As for a "True Digital Soundcard" I have no idea what that is, but if you merely mean it has a digital output ability, that probably qualifies about 95% of the soundcards on the market.

Quote:

EDIT; See...The way I understand it, the built in decoder desktop controller is what converts the sound to dolby digital. Am I gettin this right?


If you are talking about Dolby Digital Live cards, an onboard hardware encoder takes analog channels and compresses them into the lossy Dolby Digital Live format.

Dolby Digital is a marketting moniker for a multichannel algorithm has compresses 6+ channels into roughly 80kbps per channel. It's certainly not a lossless algorithm, but for those who don't mind gaming with lossy gaming audio in order to either avoid the soundcard DAC or to use digital in order to maintain less conversion loss with a receiver system.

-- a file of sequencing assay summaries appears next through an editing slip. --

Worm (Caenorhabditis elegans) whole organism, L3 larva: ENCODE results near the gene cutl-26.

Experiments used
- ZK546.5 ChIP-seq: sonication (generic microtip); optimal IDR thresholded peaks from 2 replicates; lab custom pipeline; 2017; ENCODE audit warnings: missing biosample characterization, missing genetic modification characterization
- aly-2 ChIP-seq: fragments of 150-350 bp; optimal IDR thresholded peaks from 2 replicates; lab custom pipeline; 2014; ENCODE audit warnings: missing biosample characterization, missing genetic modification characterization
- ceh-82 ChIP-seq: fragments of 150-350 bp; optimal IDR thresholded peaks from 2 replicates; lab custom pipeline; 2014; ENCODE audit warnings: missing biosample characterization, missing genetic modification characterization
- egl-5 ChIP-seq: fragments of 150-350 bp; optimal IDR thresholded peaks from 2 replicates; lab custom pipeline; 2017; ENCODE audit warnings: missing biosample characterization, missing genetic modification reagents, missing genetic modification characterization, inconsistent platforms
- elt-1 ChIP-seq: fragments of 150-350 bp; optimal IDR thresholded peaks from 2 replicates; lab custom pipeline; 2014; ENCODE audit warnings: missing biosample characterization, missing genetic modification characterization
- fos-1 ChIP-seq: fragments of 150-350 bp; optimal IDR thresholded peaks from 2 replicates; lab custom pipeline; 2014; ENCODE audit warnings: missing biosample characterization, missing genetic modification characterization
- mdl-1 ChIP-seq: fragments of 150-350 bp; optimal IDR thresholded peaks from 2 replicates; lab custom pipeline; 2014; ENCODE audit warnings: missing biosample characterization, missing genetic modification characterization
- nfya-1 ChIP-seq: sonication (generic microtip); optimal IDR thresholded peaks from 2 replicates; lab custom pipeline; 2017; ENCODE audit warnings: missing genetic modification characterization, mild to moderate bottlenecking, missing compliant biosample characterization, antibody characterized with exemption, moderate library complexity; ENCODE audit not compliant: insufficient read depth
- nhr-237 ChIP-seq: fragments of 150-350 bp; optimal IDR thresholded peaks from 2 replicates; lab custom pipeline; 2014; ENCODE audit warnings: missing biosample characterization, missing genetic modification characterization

August 24, 2006 9:46:15 AM

Quote:
Hey Choir,
I read your thread....and since I really don't know much about that area, are you saying that I am NOT REALLY getting a digital sig out of my rig??
And that if I get a... let's say an X-FI, only THEN will I have True digital sound?
I really get confused about this crap :?

EDIT; See...The way I understand it, the built in decoder desktop controller is what converts the sound to dolby digital. Am I gettin this right?


well, when an audio signal is output over a coaxial or optical cable... its sent as a digital signal... so that part is correct... BUT, and the huge but here, is that you wont be getting the surround youre probably hoping for... UNLESS the signal being sent out is in dolby digital (aka AC-3), or dts... without either of those 2 signals being sent out, youll strictly get a pcm signal (only 2 channel stereo sound) sent to your speakers... ...your speakers on the other hand, are able to add simulated channels to that pcm signal, to give the 'appearance' of having surround... but its not the discrete 5.1 you were probably thinking it was